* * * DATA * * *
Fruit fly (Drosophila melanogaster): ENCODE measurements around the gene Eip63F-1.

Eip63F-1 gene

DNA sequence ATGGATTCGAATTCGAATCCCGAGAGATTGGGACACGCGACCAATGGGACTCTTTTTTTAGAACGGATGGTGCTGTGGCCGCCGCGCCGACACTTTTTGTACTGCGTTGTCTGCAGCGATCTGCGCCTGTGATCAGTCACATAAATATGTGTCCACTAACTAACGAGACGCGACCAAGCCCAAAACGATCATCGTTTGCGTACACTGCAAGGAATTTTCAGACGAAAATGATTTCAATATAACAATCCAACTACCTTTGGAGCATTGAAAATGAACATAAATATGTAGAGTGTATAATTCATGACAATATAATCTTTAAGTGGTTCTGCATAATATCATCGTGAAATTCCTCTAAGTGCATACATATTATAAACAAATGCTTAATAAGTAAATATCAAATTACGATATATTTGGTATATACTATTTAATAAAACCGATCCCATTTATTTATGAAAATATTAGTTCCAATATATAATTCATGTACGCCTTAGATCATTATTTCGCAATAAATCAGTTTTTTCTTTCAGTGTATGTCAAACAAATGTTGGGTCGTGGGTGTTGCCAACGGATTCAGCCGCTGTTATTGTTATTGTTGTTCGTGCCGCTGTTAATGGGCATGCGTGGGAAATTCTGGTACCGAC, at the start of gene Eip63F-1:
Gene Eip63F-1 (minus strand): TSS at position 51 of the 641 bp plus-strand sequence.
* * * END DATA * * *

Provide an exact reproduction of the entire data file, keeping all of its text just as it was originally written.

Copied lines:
Fruit fly (Drosophila melanogaster): ENCODE measurements around the gene Eip63F-1.

Eip63F-1 gene

DNA sequence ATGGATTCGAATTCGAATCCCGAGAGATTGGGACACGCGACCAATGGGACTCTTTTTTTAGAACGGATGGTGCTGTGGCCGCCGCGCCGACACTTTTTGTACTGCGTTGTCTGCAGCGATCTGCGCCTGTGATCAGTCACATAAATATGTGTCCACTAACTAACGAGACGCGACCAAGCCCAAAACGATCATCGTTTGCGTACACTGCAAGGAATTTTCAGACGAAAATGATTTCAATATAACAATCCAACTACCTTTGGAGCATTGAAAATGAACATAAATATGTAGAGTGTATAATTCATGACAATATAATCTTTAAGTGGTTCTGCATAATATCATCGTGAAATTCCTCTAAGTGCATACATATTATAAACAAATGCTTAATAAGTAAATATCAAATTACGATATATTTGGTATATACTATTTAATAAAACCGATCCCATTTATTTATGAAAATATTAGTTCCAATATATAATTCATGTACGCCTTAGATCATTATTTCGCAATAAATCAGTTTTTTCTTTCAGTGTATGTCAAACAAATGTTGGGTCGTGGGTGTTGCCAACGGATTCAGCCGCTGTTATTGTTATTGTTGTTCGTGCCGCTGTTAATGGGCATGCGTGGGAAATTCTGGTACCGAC, at the start of gene Eip63F-1:
Gene Eip63F-1 (minus strand): TSS at position 51 of the 641 bp plus-strand sequence.